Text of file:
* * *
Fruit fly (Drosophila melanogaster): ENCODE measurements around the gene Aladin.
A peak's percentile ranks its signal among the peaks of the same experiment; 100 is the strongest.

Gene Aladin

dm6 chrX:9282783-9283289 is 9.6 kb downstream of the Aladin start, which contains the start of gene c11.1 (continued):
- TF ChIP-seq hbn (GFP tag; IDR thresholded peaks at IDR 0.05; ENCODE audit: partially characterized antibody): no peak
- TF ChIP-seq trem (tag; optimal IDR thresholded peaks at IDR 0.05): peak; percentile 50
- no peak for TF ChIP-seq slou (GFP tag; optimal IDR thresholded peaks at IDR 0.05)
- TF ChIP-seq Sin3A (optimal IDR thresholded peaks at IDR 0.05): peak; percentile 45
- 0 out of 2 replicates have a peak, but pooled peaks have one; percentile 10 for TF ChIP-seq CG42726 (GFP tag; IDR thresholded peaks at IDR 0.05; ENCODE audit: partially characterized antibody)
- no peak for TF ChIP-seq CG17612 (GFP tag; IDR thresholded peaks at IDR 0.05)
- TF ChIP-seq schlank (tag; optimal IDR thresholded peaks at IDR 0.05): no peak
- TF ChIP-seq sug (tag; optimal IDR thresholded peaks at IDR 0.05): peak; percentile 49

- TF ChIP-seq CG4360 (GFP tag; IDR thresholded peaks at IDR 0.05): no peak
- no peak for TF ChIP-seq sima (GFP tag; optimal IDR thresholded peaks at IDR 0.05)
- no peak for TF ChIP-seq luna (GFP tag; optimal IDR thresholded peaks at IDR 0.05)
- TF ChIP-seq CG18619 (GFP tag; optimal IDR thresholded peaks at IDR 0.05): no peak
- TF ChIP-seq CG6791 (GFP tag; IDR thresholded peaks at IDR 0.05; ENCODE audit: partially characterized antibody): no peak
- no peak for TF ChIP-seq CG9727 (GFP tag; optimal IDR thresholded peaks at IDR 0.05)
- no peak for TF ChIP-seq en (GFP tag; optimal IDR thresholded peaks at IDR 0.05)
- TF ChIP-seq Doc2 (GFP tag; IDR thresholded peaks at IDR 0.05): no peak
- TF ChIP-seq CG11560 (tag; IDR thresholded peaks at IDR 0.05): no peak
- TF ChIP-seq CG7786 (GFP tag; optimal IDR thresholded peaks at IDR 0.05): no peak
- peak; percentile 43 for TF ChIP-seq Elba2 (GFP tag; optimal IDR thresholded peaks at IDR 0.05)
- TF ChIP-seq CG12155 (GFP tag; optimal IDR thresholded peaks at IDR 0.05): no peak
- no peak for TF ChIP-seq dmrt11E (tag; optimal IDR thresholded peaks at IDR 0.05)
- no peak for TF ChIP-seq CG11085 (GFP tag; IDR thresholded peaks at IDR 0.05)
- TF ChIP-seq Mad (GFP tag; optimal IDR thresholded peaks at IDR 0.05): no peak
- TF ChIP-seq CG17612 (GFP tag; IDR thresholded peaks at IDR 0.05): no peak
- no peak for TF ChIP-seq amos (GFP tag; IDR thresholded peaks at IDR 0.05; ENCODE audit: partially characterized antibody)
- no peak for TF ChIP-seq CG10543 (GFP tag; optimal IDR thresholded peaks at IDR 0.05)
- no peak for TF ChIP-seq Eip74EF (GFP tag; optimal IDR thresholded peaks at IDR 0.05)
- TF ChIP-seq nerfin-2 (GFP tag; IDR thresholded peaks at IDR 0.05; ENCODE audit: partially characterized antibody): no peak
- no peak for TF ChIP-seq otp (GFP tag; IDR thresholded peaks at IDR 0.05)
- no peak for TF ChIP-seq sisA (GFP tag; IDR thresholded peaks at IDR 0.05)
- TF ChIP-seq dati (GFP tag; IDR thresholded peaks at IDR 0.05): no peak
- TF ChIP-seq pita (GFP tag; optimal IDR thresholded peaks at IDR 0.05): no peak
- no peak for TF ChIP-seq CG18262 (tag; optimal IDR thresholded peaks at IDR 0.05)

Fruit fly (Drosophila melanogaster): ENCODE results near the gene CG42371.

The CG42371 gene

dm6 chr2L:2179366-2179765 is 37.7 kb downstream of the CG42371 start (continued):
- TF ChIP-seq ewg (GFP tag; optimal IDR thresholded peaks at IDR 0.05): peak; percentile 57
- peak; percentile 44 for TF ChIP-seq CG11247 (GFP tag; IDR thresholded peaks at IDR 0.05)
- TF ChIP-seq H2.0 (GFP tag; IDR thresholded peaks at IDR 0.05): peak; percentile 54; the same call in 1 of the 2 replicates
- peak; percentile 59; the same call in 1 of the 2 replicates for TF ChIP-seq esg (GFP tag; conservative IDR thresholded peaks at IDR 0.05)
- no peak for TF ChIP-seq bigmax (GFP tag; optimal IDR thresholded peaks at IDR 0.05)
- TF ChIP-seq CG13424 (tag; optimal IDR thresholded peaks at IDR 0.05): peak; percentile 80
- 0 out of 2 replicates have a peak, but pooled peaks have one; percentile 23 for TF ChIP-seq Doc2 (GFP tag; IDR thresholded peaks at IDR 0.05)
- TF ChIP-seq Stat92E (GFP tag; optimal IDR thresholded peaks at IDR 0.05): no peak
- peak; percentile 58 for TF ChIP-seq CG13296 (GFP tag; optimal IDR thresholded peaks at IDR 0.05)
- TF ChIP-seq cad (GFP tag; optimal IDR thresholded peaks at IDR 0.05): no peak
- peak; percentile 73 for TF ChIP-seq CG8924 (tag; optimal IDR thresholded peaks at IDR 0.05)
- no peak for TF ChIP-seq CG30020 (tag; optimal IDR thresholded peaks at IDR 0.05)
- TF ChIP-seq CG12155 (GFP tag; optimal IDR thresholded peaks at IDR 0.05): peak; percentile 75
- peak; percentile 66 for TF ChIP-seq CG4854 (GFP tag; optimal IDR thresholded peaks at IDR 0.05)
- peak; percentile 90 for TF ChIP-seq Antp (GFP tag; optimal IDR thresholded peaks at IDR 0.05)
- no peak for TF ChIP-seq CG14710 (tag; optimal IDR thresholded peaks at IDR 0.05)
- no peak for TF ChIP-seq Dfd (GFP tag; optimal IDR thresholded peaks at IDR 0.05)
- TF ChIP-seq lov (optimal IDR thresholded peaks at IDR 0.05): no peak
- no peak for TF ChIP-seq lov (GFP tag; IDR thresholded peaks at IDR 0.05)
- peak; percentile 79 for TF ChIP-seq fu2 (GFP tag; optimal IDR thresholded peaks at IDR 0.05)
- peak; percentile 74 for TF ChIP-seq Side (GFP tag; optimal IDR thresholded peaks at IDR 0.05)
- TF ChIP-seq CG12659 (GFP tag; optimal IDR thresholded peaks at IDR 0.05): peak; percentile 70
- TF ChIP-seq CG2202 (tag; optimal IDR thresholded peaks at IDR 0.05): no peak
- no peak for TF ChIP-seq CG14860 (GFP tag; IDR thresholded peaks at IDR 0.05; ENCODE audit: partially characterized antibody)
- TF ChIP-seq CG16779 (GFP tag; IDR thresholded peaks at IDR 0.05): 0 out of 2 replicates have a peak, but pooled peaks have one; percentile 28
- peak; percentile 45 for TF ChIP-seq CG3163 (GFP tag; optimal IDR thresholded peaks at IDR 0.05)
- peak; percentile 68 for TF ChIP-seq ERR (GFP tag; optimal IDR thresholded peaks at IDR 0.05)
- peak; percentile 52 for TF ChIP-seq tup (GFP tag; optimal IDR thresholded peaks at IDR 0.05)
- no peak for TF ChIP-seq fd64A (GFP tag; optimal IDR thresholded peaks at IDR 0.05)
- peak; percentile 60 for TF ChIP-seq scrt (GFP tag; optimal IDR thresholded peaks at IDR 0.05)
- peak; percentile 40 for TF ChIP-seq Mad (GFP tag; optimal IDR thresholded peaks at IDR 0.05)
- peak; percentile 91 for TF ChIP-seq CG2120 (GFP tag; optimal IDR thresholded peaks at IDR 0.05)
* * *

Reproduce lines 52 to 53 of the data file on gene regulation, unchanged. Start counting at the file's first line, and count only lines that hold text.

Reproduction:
- no peak for TF ChIP-seq CG30020 (tag; optimal IDR thresholded peaks at IDR 0.05)
- TF ChIP-seq CG12155 (GFP tag; optimal IDR thresholded peaks at IDR 0.05): peak; percentile 75